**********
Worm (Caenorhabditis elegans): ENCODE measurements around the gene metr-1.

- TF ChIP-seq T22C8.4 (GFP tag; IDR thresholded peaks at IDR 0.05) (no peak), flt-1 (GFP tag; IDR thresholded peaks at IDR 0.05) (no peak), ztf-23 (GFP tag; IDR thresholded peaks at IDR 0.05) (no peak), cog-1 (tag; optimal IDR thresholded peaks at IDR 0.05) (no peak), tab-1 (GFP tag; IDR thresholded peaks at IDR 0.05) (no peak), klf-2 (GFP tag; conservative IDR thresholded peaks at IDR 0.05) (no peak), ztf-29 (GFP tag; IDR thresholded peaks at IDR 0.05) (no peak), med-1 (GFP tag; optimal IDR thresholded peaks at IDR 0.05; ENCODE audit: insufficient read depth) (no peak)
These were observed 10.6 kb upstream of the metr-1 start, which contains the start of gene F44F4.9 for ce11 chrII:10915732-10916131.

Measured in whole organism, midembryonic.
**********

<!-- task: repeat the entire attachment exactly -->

Worm (Caenorhabditis elegans): ENCODE measurements around the gene metr-1.

- TF ChIP-seq T22C8.4 (GFP tag; IDR thresholded peaks at IDR 0.05) (no peak), flt-1 (GFP tag; IDR thresholded peaks at IDR 0.05) (no peak), ztf-23 (GFP tag; IDR thresholded peaks at IDR 0.05) (no peak), cog-1 (tag; optimal IDR thresholded peaks at IDR 0.05) (no peak), tab-1 (GFP tag; IDR thresholded peaks at IDR 0.05) (no peak), klf-2 (GFP tag; conservative IDR thresholded peaks at IDR 0.05) (no peak), ztf-29 (GFP tag; IDR thresholded peaks at IDR 0.05) (no peak), med-1 (GFP tag; optimal IDR thresholded peaks at IDR 0.05; ENCODE audit: insufficient read depth) (no peak)
These were observed 10.6 kb upstream of the metr-1 start, which contains the start of gene F44F4.9 for ce11 chrII:10915732-10916131.

Measured in whole organism, midembryonic.